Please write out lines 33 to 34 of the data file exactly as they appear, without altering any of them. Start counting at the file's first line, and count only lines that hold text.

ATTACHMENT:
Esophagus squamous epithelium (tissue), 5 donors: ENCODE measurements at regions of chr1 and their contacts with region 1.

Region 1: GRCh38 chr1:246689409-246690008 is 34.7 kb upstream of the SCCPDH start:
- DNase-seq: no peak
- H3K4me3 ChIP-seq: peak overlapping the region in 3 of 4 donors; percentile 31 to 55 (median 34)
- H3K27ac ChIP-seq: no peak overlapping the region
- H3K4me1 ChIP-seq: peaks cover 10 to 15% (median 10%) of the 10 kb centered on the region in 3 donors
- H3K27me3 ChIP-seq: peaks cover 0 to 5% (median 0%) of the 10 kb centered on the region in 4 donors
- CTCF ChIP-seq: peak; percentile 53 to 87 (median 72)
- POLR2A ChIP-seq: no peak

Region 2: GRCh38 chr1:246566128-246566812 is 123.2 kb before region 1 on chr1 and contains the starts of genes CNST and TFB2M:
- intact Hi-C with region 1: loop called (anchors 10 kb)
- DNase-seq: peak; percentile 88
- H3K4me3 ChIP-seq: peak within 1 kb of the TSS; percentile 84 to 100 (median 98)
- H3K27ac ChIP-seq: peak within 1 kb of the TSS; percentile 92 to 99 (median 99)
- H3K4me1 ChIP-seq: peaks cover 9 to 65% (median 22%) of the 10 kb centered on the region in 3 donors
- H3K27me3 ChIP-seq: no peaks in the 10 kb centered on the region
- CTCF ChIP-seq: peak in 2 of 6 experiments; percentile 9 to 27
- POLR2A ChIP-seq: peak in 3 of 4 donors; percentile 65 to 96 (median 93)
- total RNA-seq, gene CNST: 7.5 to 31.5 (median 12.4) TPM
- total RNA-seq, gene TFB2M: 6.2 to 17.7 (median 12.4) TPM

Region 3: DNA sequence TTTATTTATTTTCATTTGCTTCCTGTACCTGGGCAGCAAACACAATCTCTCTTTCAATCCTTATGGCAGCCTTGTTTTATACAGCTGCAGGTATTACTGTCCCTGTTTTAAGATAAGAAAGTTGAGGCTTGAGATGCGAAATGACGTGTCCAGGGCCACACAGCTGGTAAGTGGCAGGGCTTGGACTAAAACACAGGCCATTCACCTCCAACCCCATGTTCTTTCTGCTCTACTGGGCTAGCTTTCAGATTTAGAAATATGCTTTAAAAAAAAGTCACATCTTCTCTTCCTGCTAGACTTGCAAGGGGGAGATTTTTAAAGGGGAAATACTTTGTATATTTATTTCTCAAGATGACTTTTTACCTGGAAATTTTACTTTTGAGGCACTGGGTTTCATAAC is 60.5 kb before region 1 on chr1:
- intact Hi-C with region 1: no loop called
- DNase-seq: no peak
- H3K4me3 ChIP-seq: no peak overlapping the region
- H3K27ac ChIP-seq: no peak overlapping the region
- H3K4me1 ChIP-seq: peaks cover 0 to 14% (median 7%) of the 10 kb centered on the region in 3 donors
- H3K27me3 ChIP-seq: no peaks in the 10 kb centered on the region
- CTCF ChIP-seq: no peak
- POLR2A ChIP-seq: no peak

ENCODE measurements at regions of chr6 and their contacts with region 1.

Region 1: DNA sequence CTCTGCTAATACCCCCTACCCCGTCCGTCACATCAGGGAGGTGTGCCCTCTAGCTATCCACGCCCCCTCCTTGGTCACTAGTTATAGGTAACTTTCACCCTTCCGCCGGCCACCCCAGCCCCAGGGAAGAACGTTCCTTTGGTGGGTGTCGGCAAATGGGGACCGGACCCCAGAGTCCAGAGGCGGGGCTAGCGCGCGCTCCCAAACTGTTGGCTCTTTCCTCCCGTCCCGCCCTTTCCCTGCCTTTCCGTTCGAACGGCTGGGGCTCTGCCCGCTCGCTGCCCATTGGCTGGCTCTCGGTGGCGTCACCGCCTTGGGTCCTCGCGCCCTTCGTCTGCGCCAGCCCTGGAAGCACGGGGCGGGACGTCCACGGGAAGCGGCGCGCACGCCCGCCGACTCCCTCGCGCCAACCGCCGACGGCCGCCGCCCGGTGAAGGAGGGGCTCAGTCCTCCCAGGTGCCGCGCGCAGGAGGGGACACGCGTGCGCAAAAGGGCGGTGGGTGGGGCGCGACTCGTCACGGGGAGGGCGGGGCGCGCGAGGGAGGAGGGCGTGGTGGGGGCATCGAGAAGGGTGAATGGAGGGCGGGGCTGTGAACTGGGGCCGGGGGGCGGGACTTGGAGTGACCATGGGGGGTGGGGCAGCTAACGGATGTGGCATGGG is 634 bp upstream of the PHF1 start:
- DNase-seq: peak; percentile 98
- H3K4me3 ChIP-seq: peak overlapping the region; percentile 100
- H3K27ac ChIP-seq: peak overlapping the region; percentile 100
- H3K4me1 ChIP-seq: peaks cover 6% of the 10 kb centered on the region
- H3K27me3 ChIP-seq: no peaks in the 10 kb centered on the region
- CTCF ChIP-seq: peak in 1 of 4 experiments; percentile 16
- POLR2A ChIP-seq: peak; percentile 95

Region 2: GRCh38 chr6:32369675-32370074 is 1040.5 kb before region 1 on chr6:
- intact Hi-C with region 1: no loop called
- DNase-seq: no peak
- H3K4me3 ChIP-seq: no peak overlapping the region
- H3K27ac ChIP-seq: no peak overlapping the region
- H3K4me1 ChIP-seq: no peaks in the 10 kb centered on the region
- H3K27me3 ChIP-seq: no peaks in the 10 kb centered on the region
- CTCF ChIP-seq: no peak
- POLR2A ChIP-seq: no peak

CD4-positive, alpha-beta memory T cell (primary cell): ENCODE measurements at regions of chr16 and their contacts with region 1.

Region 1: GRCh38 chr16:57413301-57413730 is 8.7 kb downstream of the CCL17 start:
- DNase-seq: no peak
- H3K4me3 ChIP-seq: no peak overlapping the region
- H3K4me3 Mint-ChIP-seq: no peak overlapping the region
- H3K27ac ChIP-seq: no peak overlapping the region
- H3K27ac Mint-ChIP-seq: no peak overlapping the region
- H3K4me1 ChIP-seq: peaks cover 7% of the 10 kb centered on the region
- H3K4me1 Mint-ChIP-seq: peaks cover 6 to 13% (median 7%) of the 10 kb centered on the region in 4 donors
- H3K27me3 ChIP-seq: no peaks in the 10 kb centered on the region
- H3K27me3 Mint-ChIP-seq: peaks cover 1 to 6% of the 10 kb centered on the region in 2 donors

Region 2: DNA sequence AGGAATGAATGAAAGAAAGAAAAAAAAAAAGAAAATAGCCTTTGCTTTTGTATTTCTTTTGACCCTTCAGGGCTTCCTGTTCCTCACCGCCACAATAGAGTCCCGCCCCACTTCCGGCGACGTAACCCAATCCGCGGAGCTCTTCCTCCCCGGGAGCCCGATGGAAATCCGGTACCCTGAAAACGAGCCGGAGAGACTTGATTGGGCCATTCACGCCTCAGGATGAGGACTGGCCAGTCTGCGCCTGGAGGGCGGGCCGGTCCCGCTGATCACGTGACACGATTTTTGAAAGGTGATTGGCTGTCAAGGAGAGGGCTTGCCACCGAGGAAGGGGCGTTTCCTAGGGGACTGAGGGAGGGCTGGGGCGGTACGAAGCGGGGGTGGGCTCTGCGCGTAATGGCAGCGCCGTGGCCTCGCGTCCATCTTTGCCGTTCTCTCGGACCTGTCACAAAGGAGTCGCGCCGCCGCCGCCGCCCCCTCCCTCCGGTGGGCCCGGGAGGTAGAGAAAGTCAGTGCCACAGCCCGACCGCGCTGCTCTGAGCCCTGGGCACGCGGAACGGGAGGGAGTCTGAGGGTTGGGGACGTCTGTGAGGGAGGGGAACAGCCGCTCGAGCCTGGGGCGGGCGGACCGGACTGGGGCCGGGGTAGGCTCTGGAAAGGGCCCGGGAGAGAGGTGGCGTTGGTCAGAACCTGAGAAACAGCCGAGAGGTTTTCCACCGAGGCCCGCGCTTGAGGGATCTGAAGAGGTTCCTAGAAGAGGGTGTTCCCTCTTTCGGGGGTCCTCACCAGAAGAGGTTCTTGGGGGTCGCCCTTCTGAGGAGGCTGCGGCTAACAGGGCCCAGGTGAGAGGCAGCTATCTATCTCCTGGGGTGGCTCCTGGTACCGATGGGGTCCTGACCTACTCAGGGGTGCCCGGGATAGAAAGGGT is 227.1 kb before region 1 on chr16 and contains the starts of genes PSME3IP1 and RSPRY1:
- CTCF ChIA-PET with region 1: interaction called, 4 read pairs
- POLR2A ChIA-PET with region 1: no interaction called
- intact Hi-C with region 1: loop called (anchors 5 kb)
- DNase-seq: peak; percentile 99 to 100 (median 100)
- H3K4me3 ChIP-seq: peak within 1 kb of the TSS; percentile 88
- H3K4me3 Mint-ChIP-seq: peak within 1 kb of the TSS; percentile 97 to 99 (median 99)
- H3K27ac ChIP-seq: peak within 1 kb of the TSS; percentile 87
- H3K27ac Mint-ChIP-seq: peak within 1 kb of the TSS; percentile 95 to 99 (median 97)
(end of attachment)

- H3K4me3 ChIP-seq: peak overlapping the region; percentile 100
- H3K27ac ChIP-seq: peak overlapping the region; percentile 100